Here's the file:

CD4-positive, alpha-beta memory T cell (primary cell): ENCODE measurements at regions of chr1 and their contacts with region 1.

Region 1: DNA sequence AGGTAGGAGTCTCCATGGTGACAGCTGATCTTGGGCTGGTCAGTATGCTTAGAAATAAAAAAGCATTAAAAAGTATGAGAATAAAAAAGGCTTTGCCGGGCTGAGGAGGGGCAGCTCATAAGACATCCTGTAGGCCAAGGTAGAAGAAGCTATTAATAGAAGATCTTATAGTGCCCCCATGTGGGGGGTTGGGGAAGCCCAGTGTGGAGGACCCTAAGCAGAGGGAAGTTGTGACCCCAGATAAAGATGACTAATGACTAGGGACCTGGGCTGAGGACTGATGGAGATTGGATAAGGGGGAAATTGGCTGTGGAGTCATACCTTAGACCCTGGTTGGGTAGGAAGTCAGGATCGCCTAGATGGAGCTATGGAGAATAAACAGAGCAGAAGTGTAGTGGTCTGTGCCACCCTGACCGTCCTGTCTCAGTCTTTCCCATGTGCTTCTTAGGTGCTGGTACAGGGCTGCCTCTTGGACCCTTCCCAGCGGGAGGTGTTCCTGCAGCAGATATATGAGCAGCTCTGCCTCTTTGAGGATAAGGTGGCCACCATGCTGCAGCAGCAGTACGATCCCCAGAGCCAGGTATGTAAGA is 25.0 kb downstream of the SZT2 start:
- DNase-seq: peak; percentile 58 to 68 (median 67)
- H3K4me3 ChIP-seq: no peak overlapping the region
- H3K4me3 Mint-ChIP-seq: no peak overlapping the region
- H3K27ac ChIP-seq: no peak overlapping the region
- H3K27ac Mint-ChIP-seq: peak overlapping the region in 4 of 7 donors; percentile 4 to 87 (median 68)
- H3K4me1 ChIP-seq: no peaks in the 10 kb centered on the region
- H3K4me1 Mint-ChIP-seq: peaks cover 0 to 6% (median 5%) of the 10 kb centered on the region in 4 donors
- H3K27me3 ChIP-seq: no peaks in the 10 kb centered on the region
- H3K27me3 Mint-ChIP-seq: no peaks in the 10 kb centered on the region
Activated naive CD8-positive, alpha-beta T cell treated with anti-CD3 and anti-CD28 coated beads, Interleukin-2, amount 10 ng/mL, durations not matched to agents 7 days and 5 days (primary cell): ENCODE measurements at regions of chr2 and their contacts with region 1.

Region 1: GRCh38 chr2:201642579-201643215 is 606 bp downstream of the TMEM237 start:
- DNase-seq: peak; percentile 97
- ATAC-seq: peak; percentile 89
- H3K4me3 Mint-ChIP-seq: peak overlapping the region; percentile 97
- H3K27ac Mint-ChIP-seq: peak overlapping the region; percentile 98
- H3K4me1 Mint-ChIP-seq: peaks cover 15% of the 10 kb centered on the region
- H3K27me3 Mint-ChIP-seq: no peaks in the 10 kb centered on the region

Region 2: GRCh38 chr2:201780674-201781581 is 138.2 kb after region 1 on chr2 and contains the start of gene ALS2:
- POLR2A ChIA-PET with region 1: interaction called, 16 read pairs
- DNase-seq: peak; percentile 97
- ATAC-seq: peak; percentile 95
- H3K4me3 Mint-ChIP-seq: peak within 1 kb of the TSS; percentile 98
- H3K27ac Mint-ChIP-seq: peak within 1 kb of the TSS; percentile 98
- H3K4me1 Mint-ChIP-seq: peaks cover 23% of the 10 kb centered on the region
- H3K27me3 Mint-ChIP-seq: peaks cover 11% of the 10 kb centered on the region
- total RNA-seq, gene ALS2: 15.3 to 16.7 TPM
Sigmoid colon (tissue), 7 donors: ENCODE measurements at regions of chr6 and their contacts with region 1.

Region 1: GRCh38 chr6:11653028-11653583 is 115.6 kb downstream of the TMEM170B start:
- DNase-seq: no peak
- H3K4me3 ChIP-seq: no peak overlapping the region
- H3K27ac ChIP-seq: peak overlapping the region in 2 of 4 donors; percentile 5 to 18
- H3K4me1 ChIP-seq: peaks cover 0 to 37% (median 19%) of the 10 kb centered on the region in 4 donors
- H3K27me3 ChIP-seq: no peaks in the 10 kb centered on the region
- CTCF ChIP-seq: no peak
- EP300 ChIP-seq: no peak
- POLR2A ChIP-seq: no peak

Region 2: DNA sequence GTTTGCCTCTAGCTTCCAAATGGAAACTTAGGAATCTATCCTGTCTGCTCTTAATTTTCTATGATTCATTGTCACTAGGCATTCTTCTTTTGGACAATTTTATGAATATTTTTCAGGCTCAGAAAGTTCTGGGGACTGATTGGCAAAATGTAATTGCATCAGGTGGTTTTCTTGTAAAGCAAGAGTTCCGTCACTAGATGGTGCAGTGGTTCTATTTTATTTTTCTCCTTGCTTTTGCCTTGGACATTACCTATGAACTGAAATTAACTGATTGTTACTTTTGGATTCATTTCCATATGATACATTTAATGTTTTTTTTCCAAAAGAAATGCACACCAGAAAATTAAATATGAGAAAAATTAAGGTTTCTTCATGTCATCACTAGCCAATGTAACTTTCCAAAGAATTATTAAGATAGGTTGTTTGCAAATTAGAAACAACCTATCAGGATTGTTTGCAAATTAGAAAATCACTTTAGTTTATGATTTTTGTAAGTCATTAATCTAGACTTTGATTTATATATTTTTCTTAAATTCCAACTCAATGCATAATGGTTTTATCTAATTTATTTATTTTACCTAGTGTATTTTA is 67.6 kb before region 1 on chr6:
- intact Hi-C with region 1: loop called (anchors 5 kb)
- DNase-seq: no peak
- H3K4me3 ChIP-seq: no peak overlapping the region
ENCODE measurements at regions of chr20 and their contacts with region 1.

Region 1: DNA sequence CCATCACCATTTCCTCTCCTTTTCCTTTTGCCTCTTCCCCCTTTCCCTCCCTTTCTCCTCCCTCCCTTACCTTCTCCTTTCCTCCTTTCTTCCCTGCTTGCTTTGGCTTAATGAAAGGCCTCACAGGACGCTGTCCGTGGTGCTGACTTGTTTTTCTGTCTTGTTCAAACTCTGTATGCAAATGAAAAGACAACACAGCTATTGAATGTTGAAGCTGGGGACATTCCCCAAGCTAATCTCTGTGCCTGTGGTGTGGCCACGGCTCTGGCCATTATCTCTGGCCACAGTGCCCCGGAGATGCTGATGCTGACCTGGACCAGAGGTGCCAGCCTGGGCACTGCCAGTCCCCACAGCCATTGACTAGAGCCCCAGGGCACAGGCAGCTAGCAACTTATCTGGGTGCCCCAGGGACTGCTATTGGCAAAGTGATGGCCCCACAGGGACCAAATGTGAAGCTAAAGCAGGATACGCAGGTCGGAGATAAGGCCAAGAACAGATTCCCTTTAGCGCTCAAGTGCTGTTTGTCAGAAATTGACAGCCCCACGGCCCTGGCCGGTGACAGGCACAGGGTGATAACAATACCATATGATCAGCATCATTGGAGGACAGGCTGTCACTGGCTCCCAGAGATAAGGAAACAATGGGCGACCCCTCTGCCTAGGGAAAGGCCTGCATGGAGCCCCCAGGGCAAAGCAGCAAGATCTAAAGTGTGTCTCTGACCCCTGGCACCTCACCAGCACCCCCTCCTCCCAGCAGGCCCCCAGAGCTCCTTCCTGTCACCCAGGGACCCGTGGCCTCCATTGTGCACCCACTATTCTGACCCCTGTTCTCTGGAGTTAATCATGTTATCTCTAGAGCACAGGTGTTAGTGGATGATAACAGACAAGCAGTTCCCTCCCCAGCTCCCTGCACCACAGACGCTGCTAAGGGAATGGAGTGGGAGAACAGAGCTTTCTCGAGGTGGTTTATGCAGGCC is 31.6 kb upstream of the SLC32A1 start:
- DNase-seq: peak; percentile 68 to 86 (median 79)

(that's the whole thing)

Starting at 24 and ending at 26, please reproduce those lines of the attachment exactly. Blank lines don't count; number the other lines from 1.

- H3K4me3 Mint-ChIP-seq: peak within 1 kb of the TSS; percentile 98
- H3K27ac Mint-ChIP-seq: peak within 1 kb of the TSS; percentile 98
- H3K4me1 Mint-ChIP-seq: peaks cover 23% of the 10 kb centered on the region